His father and uncle, in other words, set out to make a living—and in the process captured and popularized what has come to be viewed as a significant American art form. There is much to ponder in this. In general, small businessmen like the Chess Brothers, haunting South Side dives for talent, are not among those—whether scientists, physicians, or writers—whom Jews have traditionally celebrated. Mordecai Richler captured well the disdain felt by the small-business Jew in his novel The Apprenticeship of Duddy Kravitz, in which the entrepreneur hero clashes with a more refined uncle who compares his hustling nephew unfavorably with his doctor-in-training brother; for his part, Duddy sees his uncle’s pretensions to socialism as part of a deep discomfort and embarrassment with open capitalist ambition.

And yet from the brew of wheeling, dealing, and making a buck came Chess Records. Without the benefit of grants from the National Endowment for the Arts, Chess managed to make records without which the “discovery” of the blues by upper-middle-class whites would not have been possible. The Chess Brothers were struggling to find economic value in what others overlooked. To do so—and this is crucial—they had to understand, deeply, a culture not their own. One can see them as anthropologists without portfolios—not only learning about blues but also finding ways to figure out who was good and who was not. They did this not to create critical distinctions but to make hit records.

Not surprisingly, one can find unattractive websites that denounce all this as Jewish exploitation of the suffering underclass. That is nonsense. What Chess Records and others did was to create value from what might otherwise have been obscure and overlooked. It turns out that the skills associated with trade—understanding products and markets—are far from unrelated to the methods of the scholar. It’s only a few short steps from junkman to antiques dealer to museum curator. Are the Chess Brothers utterly unrelated to Daniel-Henry Kahnweiler, the Paris gallery owner among the first to recognize the importance of Cubism (and to buy Picassos)? Kahnweiler, a Mannheim-born German Jew, had been groomed for the family stock-exchange business. Picasso, neither well-known nor well-off when Kahnweiler discovered him, would observe, “What would have become of us if Kahnweiler hadn’t had a business sense?” It’s all a good deal higher-brow than Chess Records—but without the Chess Brothers, celebrated American musicians would have probably died broke and obscure, and the Rolling Stones would have had to find another name.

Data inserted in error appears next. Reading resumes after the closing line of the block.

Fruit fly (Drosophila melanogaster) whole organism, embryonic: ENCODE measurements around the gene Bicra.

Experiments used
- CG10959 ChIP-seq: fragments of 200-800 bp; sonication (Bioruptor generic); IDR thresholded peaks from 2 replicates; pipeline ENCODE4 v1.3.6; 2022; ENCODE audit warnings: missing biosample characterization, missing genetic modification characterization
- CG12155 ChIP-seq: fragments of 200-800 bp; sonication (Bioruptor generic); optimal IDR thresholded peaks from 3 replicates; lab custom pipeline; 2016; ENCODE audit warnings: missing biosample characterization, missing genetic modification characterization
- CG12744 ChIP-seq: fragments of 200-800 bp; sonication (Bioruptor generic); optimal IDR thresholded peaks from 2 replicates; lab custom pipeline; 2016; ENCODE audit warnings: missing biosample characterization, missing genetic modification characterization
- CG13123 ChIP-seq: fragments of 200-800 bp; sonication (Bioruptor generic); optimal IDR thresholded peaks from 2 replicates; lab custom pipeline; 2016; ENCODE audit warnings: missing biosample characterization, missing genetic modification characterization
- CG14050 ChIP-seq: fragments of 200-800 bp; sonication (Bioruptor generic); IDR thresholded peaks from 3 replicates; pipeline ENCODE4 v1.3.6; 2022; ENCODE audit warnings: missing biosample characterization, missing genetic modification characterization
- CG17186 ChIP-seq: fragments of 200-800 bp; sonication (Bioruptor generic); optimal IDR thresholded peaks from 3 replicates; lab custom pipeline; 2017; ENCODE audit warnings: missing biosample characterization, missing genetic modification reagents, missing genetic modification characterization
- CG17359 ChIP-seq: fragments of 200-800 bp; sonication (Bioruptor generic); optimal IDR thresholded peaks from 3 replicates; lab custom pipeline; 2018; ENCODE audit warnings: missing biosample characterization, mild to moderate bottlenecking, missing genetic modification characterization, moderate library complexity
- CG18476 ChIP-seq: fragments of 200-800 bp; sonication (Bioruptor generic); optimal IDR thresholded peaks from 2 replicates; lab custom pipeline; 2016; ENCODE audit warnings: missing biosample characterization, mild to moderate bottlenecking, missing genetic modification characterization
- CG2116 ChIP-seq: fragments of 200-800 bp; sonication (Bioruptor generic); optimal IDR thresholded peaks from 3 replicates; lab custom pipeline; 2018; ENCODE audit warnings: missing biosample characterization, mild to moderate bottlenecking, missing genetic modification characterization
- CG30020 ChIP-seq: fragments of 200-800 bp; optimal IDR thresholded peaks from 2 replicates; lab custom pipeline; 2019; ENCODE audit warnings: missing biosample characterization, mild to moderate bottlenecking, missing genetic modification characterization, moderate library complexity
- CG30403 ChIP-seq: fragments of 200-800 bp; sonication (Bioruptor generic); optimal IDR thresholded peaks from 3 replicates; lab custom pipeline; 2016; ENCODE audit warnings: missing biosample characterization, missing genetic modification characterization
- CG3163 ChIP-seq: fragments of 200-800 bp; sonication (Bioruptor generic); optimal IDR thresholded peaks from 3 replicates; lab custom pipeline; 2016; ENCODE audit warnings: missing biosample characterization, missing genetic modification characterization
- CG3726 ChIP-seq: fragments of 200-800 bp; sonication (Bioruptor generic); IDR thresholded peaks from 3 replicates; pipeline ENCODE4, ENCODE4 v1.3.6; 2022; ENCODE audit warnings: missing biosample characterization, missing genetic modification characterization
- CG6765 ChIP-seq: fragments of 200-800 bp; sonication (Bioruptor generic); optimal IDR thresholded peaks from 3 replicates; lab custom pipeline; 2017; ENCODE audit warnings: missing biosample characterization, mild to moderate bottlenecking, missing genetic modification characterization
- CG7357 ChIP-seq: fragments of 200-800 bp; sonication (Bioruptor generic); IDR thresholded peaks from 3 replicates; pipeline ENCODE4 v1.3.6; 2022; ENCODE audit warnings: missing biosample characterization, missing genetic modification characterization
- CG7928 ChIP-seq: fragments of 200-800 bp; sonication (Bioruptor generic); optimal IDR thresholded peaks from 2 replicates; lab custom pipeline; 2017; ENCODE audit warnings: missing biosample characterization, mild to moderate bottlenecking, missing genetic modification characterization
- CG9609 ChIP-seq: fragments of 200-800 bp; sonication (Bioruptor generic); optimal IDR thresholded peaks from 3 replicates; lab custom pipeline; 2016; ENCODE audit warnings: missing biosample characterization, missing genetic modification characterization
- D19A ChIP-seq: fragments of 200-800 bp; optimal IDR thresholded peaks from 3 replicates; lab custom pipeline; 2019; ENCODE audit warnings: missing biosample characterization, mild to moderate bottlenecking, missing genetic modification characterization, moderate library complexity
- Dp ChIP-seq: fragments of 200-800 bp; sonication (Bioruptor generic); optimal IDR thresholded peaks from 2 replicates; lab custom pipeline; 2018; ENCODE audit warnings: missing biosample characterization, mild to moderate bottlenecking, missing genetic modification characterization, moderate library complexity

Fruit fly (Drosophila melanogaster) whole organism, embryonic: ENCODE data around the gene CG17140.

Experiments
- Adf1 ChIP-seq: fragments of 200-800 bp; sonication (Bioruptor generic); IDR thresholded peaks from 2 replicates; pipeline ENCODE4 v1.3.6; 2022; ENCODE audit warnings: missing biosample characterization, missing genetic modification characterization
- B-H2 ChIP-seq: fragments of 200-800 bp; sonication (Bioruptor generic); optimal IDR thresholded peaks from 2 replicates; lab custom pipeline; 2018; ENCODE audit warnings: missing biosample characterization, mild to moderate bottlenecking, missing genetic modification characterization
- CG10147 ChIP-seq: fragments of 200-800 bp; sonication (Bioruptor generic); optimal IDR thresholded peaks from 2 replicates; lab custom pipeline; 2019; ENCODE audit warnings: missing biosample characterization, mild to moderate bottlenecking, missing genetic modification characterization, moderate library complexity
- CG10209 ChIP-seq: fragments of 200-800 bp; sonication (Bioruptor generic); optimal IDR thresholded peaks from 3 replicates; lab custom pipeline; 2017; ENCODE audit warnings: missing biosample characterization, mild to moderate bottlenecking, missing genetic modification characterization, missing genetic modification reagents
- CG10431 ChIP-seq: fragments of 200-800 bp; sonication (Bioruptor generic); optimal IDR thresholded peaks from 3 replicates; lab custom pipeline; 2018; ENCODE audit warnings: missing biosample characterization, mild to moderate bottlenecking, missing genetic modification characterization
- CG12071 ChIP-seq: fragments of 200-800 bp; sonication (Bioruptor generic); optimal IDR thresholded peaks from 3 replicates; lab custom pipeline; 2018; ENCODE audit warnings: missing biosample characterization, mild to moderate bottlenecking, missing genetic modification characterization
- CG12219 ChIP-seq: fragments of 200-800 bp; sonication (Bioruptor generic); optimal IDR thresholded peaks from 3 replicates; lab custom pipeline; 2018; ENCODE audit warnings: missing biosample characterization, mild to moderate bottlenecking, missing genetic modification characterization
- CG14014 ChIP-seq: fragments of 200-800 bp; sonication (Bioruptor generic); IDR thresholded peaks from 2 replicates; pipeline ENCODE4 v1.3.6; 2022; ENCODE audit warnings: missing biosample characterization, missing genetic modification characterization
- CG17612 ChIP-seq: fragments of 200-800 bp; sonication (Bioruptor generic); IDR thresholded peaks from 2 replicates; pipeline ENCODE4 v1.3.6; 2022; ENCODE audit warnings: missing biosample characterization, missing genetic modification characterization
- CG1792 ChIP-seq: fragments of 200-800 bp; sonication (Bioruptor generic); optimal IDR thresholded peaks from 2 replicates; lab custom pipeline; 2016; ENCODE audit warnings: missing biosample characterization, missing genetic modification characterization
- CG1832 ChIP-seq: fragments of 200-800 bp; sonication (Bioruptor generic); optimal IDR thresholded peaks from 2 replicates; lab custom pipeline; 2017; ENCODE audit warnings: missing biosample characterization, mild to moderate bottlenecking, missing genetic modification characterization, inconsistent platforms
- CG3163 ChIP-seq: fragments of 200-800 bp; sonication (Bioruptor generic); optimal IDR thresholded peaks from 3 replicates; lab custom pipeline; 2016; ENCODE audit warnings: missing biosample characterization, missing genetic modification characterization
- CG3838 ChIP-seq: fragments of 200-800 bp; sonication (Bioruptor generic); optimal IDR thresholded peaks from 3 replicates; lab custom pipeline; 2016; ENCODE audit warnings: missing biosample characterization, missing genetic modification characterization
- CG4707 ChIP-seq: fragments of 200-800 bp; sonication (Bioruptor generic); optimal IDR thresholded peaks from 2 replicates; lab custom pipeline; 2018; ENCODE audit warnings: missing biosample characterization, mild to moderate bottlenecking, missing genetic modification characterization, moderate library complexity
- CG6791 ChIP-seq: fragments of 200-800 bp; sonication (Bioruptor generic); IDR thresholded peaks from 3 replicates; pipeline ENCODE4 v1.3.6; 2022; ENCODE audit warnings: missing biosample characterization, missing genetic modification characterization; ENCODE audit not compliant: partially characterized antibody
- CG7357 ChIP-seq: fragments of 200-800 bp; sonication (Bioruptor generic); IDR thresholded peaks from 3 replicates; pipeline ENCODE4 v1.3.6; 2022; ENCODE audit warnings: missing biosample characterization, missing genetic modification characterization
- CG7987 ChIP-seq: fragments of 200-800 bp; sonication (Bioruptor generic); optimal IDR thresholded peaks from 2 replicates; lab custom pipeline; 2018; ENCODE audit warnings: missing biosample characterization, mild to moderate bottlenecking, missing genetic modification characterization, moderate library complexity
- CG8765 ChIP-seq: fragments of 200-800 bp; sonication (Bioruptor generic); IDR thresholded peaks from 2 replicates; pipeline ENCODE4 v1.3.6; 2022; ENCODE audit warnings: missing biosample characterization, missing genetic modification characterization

It is not a surprise that successful Jewish businessmen often become great collectors, at times specializing in the work of cultures not their own. Commerce can call on the same habits of mind required for the aesthetic appreciation. The Hare with Amber Eyes, Edmund de Waal’s bestselling memoir of Vienna’s Ephrussi family, centers on the fate of the family’s prized collection of 17th-century Japanese netsuke—tiny, sculptural belt-ties for traditional kimonos—in the wake of the Nazi occupation. To collect such objects in the first place, the Euphrussis had to value art and understand a culture that could hardly be less European, or less Jewish.

Indeed, one of the largest surviving collections of netsuke can be found today in the Jewish Museum in Cape Town, South Africa—a bequest to the museum of Isaac Kaplan, whose family founded the Cape Gate Fence and Wire Works to sell gates and benches in the polyglot Cape Town region. Kaplan, to improve his understanding of netsuke, learned to read and write Japanese. None of this would have been possible without selling fences to farmers, just as the preservation and popularization of blues music would not have been possible without a Jewish family wanting to make a buck on some vinyl.

About the Author

Howard Husock is vice president for policy research at the Manhattan Institute and a former documentary filmmaker whose work in public broadcasting won three Emmy Awards.